ESPN President Jimmy Pitaro spoke at the SBJ Summit earlier today. To the surprise of no one, he addressed the network’s stand on politics and why he is encouraging hosts to avoid the subject entirely. Pitaro says the move is largely driven by what data says ESPN viewers want.
“What I have heard consistently, from day one of getting this job, is the more we lean into politically charged commentary, the more we are alienating not just our core fan, but our casual fan,” Pitaro said. He went on to say that during divisive times, both fan groups “are tuning in not just because they love sports or love ESPN…They are tuning in for an escape.”
Pitaro called that data “clear and convincing” and says he has “been very vocal” with producers and talent about these facts and about avoiding political commentary. He also noted that there are exceptions that make some political talk on ESPN necessary.
“When Tiger is talking about the President, the anthem controversy, anytime there is an intersection of politics and sports. For those stories, ESPN is the place of record. When you tune into ESPN we need to be, we should be, talking about those stories.” Pitaro said that he hopes the network can strike a balance not just in the way those stories are covered, but in how often those stories appear on the network in a single day.
Stephen A. Smith Details How Kobe Bryant Handled Criticism
“Kobe was a savant. You did not know more basketball than Kobe Bryant.”
We are approaching the three-year anniversary of the untimely and tragic death of former NBA legend Kobe Bryant, and ESPN’s Stephen A. Smith reminisced about the former Laker during an appearance on The Howard Stern Show Wednesday.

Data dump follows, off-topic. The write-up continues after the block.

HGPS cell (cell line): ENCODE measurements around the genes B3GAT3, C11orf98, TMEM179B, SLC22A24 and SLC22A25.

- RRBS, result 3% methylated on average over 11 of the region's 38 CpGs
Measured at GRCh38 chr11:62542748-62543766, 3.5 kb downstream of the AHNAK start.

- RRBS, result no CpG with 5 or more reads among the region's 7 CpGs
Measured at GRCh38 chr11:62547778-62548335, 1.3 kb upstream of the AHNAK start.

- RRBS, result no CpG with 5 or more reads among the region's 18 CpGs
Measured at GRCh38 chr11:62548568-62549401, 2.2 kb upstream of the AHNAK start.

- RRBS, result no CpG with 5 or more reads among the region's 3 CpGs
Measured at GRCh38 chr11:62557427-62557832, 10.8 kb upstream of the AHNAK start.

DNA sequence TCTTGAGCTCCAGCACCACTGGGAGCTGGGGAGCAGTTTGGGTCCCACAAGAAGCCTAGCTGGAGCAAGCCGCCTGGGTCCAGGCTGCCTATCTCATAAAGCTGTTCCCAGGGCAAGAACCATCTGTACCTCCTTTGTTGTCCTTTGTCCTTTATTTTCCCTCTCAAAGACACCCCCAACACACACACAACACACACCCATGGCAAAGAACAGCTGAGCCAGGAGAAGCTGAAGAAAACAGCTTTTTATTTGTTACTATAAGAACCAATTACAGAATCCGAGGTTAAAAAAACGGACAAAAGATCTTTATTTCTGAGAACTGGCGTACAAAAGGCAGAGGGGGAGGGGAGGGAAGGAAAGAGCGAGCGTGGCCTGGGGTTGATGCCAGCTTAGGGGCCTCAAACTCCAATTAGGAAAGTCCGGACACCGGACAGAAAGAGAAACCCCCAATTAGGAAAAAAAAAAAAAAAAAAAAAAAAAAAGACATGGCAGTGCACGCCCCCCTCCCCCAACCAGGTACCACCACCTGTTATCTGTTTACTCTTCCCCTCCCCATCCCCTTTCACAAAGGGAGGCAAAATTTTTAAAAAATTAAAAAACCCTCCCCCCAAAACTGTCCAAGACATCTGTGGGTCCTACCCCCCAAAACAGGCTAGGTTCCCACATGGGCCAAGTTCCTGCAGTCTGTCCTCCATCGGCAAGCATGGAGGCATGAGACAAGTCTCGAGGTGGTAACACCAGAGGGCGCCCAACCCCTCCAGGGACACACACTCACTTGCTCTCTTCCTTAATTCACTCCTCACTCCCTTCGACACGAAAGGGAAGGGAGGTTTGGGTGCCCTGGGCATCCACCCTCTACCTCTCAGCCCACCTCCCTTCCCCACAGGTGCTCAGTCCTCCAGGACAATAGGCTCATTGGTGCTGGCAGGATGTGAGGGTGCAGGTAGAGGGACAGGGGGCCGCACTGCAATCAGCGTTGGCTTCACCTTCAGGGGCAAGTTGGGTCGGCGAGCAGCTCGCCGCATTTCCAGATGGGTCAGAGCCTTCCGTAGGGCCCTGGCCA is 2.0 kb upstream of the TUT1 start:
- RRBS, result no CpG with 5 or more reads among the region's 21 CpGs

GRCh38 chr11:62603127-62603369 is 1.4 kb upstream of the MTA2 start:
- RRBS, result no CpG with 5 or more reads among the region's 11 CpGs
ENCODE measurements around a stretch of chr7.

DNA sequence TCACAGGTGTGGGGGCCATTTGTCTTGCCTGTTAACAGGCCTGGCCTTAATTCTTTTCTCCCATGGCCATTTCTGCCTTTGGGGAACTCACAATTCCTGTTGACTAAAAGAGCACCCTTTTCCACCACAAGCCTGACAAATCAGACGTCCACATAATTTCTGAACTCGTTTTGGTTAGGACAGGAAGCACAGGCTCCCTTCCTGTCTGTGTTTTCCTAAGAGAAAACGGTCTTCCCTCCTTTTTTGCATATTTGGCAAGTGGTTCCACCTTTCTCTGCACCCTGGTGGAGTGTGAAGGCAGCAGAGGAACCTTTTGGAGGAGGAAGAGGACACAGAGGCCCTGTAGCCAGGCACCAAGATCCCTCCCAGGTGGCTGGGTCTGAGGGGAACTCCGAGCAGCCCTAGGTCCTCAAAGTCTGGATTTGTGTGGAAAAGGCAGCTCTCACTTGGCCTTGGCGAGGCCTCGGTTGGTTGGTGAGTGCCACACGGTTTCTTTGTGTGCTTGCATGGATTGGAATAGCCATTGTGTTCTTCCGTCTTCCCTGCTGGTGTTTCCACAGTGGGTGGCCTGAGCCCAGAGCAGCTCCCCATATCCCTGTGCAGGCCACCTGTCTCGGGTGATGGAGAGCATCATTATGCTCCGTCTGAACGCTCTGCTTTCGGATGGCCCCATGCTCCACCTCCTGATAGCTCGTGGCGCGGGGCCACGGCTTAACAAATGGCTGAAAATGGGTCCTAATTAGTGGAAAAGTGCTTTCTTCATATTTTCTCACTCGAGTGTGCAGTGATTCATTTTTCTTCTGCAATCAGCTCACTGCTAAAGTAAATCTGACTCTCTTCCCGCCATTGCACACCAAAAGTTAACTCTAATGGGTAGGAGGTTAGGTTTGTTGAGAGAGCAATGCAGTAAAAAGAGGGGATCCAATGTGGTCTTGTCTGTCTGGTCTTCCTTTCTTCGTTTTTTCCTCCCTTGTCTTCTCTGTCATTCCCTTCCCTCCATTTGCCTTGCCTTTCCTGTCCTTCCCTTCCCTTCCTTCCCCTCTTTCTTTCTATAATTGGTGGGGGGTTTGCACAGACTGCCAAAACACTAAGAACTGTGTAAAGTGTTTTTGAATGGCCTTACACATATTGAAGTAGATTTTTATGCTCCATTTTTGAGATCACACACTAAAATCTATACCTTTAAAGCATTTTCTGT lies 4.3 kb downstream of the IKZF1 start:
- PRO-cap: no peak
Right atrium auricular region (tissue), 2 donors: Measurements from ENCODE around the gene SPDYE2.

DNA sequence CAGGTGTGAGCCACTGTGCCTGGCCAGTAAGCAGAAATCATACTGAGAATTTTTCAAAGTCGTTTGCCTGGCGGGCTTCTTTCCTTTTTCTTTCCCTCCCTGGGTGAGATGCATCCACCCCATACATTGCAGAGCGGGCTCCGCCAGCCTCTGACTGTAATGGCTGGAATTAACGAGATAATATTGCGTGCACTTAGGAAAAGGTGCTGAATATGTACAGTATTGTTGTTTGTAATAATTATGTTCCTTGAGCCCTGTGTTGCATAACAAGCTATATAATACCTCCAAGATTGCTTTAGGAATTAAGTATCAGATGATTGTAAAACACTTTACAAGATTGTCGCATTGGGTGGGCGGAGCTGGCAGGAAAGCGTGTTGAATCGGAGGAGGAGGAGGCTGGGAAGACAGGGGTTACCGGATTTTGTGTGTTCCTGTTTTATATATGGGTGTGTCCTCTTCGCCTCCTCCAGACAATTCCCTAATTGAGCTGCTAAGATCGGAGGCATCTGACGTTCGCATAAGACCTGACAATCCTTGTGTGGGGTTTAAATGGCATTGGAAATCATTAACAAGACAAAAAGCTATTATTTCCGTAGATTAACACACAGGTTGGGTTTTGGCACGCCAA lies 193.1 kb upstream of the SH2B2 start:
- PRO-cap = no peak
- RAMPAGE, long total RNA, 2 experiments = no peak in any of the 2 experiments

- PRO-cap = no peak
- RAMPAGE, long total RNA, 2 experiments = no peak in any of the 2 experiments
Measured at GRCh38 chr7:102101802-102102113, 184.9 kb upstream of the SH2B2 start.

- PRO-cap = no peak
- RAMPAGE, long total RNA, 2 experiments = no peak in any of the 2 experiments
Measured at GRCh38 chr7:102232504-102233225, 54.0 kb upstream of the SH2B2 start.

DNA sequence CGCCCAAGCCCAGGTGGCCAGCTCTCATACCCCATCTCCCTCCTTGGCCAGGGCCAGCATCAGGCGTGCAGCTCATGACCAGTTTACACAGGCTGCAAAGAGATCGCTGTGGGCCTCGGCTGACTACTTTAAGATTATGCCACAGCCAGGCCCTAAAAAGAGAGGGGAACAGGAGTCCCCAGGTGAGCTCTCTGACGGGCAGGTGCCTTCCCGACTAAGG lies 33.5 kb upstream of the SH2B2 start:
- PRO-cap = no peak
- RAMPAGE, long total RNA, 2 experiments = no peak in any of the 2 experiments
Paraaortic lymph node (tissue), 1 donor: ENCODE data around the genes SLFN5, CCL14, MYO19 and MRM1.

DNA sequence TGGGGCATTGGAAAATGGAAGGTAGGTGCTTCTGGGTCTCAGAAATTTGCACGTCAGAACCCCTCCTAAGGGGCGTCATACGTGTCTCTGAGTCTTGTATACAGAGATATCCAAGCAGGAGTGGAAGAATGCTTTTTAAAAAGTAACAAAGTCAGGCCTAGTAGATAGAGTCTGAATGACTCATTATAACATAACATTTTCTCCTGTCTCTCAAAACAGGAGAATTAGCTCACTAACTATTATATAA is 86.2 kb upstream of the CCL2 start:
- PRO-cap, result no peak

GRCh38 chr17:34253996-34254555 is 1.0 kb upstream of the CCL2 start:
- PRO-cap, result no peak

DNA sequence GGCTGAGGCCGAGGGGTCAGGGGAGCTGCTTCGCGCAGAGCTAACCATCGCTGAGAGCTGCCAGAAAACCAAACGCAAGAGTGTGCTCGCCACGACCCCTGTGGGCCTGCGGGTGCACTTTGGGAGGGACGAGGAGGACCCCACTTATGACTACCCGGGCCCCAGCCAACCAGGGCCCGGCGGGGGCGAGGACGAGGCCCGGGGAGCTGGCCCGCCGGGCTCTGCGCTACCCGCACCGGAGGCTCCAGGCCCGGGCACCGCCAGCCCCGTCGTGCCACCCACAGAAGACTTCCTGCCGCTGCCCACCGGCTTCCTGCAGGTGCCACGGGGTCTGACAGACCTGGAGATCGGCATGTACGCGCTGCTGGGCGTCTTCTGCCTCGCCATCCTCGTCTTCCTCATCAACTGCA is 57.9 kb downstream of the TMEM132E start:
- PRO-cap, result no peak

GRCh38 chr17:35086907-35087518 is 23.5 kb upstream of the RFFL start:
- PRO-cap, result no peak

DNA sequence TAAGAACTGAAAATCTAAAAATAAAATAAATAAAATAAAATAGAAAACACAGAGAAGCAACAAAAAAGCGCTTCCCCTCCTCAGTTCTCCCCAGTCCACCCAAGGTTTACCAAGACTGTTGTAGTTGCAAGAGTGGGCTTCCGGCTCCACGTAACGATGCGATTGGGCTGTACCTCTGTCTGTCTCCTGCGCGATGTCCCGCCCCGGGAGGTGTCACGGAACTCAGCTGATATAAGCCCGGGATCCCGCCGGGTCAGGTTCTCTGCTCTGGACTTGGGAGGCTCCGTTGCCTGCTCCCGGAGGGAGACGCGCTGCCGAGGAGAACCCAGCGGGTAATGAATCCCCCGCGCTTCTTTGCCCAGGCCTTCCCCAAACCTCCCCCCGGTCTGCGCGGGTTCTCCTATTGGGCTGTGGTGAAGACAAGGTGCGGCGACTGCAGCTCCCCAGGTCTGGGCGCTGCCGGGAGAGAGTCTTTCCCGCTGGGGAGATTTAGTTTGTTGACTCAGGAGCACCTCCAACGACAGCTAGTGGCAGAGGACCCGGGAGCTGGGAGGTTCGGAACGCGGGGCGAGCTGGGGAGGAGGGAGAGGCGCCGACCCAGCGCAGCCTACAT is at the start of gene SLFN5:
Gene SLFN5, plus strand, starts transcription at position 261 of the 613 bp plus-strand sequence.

While promoting his book, Straight Shooter, Smith shined a light on his relationship with the five-time champion, saying he knew if he received a phone call from Bryant, the resulting conversation was likely to be contentious.
“Kobe scared the living shit out of me,” Smith said. “Kobe was a savant. You did not know more basketball than Kobe Bryant. So when Kobe called you — I can quote him for you right now. Voicemail: ‘You know who this is, motherf—er. Get your ass up, pick up the f—ing phone and call me back. That bullshit you just said. And don’t keep me waiting for so long, either. Your ass better not go on the air and say some more shit before you talk to me.’ That was Kobe. I would say something along the lines of ‘I don’t like the way he’s playing. It’s selfish basketball…I don’t like this decision.'”
Smith continued by commenting on Bryant rebutting that he would only play “selfish basketball” when the players around him weren’t playing up to their potential, before then saying Bryant was open to criticizing coaches if Smith was critical of the 18-time All-Star.
“‘He don’t know what the f— he’s doing, Steve. He don’t know what the f— he’s doing, so you don’t know what the f— you’re talking about, Stephen A. So you’re gonna bring up all that shit you’re talking about me, but you didn’t bring up that.'”
Smith then concluded by saying Bryant would tell him “I don’t know why I love your ass. I really, really, don’t. But I love you.”
Super Wild Card Weekend Ratings Down Slightly From Last Year
Last year, the six games averaged 30.5 million viewers over linear television and streaming platforms.
Ratings for nearly every Super Wild Card game of the NFL Playoffs opening weekend have been released, and while the numbers are encouraging on a per-game basis, overall, they show a slight dip from last season.
ESPN was first to unveil their ratings, showing Monday’s contest between the Dallas Cowboys and Tampa Bay Buccaneers — which aired on both ESPN and ABC — was watched by an average of 30.6 million viewers. That number is the largest NFL audience from the Disney-owned channels since Super Bowl XL in February of 2006. The 30.6 million viewers number is a 32% increase from last season’s game that saw the Los Angeles Rams beat the Arizona Cardinals.